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#14Days: You are not alone

Danielle Stewart blogs about recovery at AfterPartyChat.com and is among those sharing their thoughts and experiences about the #14Days on the Wagon challenge.

Danielle Stewart

Congratulations for doing the work to stay away from alcohol and any non-medically necessary substances for this #14Days on the Wagon challenge. Together, we have built a movement toward enhanced health, a more comprehensive understanding of addiction, and some of the diverse options available in treatment. If you started this journey with us on October 6, you are one day away from reaching the goal of #14Days.

Here's a look at how you're doing "on the wagon."

In our very first video, Tommy Rosen, founder of Recovery 2.0 suggested getting a buddy to take the challenge with you. Many of you took his advice and reached out to friends for support.

The challenge was harder than some people anticipated.

But you managed to find some of the positive effects of not drinking.

Many of you were inspired to write your own blog posts and articles about your involvement.

Kelly Burch, the editor of Renew Magazine, discussed the effects of committing to two weeks of sobriety on the #14Days challenge.

Burch wrote, "I realized that often times I am drinking without really thinking about it. In our society, so many situations are set up to seem incomplete without drinks in hand. I'm sure that alcoholics and people in recovery are acutely aware of just how common this is, but I wasn't."

Some people in the recovery community supported the movement. On her website, afterpartychat.com, comedian Danielle Stewart shared that, although it's helpful to have this conversation around addiction, if you don't struggle with a drinking or drug problem yourself, there is no way you could feel what it's like for an addict to stop using.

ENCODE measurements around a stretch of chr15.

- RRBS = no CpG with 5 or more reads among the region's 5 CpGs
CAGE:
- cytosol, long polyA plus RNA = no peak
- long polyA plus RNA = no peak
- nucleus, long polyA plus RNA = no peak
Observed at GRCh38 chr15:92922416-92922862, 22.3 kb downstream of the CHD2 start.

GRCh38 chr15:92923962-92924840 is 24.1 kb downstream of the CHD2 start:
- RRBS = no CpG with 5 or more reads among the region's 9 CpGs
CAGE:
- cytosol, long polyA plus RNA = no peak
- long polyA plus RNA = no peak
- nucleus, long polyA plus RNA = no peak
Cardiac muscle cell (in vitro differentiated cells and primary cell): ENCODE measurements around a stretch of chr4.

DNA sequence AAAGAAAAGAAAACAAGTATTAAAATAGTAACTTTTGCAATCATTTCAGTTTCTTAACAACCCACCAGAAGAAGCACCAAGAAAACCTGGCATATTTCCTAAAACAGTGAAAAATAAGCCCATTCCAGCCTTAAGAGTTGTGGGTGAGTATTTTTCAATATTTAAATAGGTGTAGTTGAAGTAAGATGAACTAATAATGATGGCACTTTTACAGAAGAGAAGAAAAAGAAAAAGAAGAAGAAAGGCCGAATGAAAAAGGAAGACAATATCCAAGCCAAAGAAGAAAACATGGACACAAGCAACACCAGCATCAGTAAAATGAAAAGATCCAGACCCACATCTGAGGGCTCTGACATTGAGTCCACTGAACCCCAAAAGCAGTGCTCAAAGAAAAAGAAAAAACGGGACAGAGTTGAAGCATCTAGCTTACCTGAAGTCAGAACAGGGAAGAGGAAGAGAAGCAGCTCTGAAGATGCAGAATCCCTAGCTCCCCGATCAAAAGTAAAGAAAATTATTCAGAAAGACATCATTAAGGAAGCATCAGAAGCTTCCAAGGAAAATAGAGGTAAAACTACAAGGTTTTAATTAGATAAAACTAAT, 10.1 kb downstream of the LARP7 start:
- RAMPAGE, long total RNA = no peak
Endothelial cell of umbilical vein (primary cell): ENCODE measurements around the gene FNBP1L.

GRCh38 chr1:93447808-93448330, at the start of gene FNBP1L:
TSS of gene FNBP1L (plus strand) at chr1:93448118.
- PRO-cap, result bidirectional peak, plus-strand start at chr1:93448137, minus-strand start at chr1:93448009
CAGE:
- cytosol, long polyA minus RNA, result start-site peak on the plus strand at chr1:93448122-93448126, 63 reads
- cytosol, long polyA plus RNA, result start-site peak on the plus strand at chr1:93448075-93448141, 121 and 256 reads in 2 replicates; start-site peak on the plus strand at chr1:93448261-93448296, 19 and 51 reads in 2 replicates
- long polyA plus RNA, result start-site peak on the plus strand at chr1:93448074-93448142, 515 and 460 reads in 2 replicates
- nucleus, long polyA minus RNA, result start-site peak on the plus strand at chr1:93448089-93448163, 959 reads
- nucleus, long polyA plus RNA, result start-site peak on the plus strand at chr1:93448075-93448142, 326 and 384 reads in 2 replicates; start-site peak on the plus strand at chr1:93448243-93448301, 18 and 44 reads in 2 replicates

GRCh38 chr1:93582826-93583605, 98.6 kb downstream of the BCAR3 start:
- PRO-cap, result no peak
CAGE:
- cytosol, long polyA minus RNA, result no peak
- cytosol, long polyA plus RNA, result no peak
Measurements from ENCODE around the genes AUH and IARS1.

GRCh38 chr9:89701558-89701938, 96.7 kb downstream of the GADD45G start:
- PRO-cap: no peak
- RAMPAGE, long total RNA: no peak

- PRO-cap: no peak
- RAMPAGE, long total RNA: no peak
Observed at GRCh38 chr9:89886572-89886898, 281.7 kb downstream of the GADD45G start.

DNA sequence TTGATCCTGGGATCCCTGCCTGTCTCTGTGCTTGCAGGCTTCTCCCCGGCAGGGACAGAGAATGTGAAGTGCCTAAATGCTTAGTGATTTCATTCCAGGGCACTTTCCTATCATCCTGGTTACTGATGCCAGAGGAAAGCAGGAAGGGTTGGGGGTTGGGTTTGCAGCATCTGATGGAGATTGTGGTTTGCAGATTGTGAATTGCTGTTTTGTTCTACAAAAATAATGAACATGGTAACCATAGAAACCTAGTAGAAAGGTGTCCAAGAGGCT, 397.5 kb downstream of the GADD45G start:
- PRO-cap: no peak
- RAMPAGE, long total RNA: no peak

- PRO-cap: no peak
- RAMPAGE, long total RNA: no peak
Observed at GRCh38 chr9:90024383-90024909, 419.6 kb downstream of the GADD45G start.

Stewart shares her ambivalence about the campaign: "And that's the real issue with #14Days; it's simply not enough time to prove anything to anyone. At the height of my drinking I am sure I could have gone two weeks without a drink if the purpose was to show people I didn't have a problem. I was willing to go to any length to protect my drinking and my ego."

When we spoke with Dr. Drew, he agreed that while giving up alcohol and standing in solidarity with those in recovery is positive, if you don't struggle with the disease of addiction, you will never know what it feels like for an addict to quit using.

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"If you really want to feel what an addict goes through, try not eating for 14 days." @drdrew #14days

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We are grateful you joined us in spreading the word.

If you missed starting with us, it's not too late for you to begin on your own.

And, if you slipped up, you can always start over.

Look for Tommy Rosen to return tomorrow to wrap up the #14Days challenge with inspiration and insight about how to keep moving forward.

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    Parvati Shallow covers health and wellness for CBSNews.com